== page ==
Loveless, The

In 1982, Bigelow co-wrote and co-directed (with Monty Montgomery) The Loveless, a nihilistic meditation on 1950s biker movies. Featuring Willem Dafoe in his first screen role, it's the story of a biker band invading a theme park in rural Georgia.

The film owes more to Kenneth Anger's cult movie Scorpio Rising than to the Marlon Brando vehicle, The Wild One. The Loveless is notable for its use of color and visual edge. Its evocation of tough-guy glamour, however, is stilted, regarding the past with no detachment or wit. Janet Maslin panned the movie as "a pathetic and slavish homage to the 1950s," motivated by an unmistakable longing for that era, a nostalgia reflected in "silly, lifeless posturing."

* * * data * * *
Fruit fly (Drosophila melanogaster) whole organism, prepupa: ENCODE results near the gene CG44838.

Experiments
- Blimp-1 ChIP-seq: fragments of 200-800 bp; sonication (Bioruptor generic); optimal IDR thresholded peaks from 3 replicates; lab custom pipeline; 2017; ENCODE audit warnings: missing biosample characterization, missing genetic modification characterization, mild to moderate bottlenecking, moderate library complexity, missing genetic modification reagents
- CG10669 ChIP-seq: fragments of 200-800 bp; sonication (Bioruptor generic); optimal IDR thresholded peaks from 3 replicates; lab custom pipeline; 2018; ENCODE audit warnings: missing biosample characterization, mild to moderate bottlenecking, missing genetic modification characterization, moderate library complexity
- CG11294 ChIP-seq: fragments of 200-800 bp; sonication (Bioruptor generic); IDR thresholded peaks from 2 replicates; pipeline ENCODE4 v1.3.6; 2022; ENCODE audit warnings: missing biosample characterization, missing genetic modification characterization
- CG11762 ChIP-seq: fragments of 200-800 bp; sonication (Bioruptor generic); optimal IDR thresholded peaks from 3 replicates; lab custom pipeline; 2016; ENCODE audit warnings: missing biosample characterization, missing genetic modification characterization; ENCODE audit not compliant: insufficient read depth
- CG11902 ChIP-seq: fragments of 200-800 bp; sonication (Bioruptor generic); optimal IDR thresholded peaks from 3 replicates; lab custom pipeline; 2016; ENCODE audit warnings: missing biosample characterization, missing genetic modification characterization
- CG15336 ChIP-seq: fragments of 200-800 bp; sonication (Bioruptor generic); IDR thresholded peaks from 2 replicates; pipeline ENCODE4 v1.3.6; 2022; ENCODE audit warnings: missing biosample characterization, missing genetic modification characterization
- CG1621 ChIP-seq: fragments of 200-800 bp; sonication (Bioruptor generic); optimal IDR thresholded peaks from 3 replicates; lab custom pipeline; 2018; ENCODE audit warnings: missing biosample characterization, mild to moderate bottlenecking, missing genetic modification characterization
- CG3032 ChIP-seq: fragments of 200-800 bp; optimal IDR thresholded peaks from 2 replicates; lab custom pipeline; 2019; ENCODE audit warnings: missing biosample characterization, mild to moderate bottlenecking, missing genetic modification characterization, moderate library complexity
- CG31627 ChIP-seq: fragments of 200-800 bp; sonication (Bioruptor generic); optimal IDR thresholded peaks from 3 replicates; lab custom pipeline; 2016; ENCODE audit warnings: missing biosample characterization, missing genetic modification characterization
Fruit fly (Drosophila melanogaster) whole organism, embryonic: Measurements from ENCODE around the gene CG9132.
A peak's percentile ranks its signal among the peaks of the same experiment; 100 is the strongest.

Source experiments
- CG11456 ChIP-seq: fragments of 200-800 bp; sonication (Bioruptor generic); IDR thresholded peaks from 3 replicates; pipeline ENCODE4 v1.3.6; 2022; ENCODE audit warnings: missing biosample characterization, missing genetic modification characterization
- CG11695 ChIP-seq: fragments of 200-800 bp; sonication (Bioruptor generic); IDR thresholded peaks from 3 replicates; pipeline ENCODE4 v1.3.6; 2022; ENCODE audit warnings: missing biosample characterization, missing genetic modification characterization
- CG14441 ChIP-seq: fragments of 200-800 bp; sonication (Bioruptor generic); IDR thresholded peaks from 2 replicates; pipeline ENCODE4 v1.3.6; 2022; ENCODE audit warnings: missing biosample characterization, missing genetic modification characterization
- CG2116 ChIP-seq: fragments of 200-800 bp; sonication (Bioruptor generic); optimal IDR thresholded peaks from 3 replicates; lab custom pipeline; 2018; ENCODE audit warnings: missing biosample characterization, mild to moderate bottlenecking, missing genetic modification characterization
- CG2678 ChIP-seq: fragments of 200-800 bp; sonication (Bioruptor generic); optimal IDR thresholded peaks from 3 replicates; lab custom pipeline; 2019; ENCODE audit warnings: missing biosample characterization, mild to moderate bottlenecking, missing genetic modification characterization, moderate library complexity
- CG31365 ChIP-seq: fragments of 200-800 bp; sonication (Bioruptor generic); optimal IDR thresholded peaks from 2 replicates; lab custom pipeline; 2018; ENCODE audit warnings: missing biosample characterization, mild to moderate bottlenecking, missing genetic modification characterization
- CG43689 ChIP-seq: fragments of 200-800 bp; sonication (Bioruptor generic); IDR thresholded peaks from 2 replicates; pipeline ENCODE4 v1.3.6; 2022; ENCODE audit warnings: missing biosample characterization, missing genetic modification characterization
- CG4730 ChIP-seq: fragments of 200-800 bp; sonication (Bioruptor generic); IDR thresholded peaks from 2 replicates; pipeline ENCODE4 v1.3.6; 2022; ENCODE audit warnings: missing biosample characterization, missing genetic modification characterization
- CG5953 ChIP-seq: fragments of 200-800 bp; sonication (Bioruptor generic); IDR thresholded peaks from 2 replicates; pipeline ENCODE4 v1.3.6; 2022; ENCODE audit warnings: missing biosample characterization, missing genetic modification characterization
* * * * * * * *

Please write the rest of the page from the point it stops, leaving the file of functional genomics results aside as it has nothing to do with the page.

The bikers' leader, Vance (Dafoe), spends a lot of time playing with his jacket; the closest he comes to showing any emotion is when another character commits suicide. Ultimately, The Loveless showed more concern for fashion than narrative–the gang is dressed in white T-shirts and black leather, but they don't project much menace.

Along with colors and music evoking the 1950s (Robert Gordon, as one of the gang members, also provided songs), Bigelow seems to have unintentionally incorporated the era's blatant sexism. Though the gang's blonde tough (Tina L'Hotsky) talks as nastily as the men, she is basically a moll. The heroine, a pretty local girl named Telena (Marin Kanter) is also an incoherent creature who first sneers at Vance, then goes to bed with him.